David Bourget (Western Ontario)
David Chalmers (ANU, NYU)
Rafael De Clercq
Jack Alan Reynolds
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Ethical Theory and Moral Practice 6 (1):55-91 (2003)
Political philosophy has difficulties to cope with the complexity and variety of state-religions relations. Strict separationism is still the preferred option amongst liberals, deliberative and republican democrats, socialist and feminists. In this article, I develop a complex typology based on comparative history and sociology of religions. I summarize my reasons why institutional pluralist models like plural establishment or non-constitutional pluralism are attractive not only for religious minorities but for religiously deeply diverse societies in general. Most attention is paid defending associative democracy, the most flexible and open variety of institutional pluralism, against realist objections that group representation is incompatible with liberal democracy, that it leads to stigmatization and bureaucratization, that it strengthens undemocratic leaders, that it leads to an ossification of the status quo, and, most importantly, that it is inherently divisive undermining social cohesion and political unity. In my refutation of these objections I try to show that it helps to integrate minority religions into liberal democratic policies compatible with reasonable pluralism and to prevent religious and political fundamentalism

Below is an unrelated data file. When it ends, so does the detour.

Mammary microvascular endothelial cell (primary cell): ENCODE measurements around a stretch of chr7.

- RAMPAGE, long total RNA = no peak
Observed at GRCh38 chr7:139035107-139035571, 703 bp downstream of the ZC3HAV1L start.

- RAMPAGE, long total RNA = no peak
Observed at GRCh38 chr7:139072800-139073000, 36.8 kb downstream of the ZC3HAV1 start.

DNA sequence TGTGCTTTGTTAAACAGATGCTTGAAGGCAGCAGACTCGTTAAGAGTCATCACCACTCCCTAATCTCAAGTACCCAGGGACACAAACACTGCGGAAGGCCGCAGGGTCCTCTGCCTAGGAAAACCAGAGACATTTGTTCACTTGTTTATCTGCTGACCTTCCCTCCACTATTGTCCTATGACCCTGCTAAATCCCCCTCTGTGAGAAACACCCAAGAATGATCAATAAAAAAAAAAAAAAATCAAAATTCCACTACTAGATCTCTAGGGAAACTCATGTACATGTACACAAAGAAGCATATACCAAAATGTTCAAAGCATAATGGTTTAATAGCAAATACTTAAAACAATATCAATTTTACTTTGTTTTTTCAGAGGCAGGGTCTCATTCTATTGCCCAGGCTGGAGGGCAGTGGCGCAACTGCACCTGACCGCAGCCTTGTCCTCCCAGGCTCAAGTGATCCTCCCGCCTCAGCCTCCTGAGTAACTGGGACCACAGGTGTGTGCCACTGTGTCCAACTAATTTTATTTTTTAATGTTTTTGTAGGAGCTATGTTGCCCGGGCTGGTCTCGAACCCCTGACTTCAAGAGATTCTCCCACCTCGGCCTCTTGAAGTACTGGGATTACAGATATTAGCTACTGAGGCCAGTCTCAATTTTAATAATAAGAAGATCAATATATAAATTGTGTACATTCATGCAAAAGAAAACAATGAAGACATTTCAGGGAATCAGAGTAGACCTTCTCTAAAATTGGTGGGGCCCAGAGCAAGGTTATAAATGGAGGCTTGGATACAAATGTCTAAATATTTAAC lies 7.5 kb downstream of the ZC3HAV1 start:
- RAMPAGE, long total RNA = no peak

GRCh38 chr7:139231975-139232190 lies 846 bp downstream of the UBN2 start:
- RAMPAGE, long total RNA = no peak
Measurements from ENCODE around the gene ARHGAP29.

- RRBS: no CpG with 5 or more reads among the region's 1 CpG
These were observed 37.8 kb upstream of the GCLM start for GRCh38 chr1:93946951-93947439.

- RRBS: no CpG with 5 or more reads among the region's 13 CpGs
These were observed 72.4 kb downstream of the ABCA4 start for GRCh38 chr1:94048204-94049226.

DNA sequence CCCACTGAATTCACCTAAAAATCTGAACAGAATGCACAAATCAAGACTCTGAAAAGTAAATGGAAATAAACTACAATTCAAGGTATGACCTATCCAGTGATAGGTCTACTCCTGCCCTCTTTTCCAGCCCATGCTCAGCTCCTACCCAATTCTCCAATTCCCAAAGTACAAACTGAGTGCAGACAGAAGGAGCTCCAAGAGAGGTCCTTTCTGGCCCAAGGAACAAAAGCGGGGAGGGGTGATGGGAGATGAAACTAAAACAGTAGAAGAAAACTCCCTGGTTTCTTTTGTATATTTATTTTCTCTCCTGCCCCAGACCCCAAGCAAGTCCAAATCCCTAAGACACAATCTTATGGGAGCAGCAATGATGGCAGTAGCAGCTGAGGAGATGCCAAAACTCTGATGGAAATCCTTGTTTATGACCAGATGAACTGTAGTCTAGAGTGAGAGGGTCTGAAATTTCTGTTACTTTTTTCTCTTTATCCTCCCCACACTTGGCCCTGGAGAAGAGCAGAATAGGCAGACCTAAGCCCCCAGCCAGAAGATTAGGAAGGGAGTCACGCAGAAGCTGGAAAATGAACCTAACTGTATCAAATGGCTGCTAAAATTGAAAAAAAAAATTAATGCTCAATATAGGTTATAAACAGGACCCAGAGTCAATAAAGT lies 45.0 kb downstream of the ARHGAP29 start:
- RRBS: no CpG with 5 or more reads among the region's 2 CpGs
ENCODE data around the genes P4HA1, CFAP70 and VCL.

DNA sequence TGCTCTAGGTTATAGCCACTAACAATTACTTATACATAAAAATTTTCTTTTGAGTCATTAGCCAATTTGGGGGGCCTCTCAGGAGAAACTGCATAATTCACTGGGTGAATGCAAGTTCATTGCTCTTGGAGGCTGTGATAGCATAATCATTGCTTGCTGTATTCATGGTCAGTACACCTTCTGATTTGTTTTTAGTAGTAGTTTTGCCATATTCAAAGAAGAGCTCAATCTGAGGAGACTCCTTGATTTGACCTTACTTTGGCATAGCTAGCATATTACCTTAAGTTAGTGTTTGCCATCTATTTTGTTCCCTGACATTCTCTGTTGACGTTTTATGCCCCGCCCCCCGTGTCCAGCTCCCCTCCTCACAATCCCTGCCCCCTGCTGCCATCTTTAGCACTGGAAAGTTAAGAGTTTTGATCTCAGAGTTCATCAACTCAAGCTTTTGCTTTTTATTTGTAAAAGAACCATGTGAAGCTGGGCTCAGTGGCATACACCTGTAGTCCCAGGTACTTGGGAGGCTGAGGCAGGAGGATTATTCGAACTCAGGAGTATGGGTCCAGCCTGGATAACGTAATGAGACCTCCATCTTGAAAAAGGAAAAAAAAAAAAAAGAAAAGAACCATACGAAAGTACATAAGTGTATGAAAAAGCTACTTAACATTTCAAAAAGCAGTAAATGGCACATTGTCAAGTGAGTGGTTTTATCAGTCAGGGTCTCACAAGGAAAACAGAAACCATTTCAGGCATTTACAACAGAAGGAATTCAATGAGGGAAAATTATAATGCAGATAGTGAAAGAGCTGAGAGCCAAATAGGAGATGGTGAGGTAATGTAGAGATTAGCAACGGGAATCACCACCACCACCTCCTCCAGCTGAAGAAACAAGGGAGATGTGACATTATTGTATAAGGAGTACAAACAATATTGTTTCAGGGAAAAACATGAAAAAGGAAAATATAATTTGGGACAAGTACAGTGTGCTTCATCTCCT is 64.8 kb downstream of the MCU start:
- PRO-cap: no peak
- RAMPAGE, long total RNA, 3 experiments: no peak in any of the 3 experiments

|Keywords||associative democracy institutional pluralism non-constitutional pluralism plural establishment Religions and States strict separationism|
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Matteo Bonotti (2012). Beyond Establishment and Separation: Political Liberalism, Religion and Democracy. Res Publica 18 (4):333-349.
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